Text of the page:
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Alligator Facts

STATUS
The American alligator is federally classified as “threatened due to similarity of appearance” to other endangered and threatened crocodilians. This provides federal protection for alligators but allows state-approved management and control programs. The alligator is listed by the State of Florida as a Species of Special Concern.   Alligators can be legally taken only by individuals with proper licenses and permits.


 

FOOD HABITS

Alligators are opportunistic feeders. Their diets include prey species that are abundant and easily accessible.  This includes rough fish, snakes, turtles, amphibians, apple snails, small mammals, and birds.


 

SIZE

Female alligators rarely exceed 9 feet in length, but males can grow much larger. The Florida state record for length is a 14 foot 5/8 inch male from Lake Monroe in Seminole County. The Florida record for weight is a 1,043 pound (13 feet 10 1/2 inches long) male from Orange Lake in Alachua County.  FWC biologists have published an article on the maximum size of the alligator.


 

REPRODUCTION

Nearly all alligators become sexually mature by the time they reach approximately 7 feet in length although females can reach maturity at 6 feet. A female may require 10-15 years and a male 8-12 years to reach that length. Courtship begins in early April, and mating occurs in May or June. Females build a mound nest of soil, vegetation, or debris and deposit an average of 32 to 46 eggs in late June or early July. Incubation requires approximately 60-65 days, and hatching occurs in late August or early September.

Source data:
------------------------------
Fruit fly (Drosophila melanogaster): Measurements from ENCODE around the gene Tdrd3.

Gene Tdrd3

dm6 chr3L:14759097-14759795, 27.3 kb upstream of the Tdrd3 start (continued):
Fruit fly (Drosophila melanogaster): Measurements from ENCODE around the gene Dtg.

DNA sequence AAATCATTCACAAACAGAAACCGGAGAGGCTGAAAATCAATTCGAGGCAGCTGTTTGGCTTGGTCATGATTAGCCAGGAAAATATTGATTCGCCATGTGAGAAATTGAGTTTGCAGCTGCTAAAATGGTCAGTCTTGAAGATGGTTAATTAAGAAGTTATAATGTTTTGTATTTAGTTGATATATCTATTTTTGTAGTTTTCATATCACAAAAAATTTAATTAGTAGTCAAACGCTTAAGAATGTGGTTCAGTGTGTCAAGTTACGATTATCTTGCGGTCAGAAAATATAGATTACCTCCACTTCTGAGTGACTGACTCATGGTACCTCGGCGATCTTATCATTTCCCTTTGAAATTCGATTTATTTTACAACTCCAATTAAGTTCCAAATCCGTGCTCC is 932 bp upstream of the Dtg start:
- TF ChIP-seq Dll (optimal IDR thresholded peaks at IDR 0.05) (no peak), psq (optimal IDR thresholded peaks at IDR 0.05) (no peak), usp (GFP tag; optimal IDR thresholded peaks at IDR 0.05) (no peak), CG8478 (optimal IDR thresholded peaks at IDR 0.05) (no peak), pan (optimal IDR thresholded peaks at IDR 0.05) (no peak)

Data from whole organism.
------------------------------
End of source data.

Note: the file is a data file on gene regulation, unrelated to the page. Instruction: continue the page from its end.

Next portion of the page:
MORTALITY

Eggs: Alligator eggs are susceptible to drowning, being crushed by the female, predation, and other less common calamities. Raccoons are the primary predator, although hogs, otters, and bears have been reported to depredate nests.

Juveniles: Small alligators are eaten by a variety of predators including raccoons, otters, wading birds, and fish; however, larger alligators may be their most significant predator.

Adults: Cannibalism, intraspecific fighting, and hunting by humans are probably the most significant mortality factors.

Diseases and Parasites: Very little information is available in the scientific literature on wild alligator diseases and parasites. They are not believed to be a significant problem for wild alligators.


 

DISTRIBUTION

Alligators occur from southeast Oklahoma and east Texas on the western side of their range to North Carolina and Florida in the east.  They prefer fresh water lakes and slow-moving rivers and their associated wetlands, but they also can be found in brackish water habitats.


 

EVOLUTION

The most current information indicates that crocodilians (which includes alligators) evolved from a common ancestor with dinosaurs that fore-dates the common ancestor that they share with other reptiles.  So, even though alligators are classified as reptiles along with lizards, snakes, and turtles, they are actually more closely related to birds, whose ancestors were dinosaurs!


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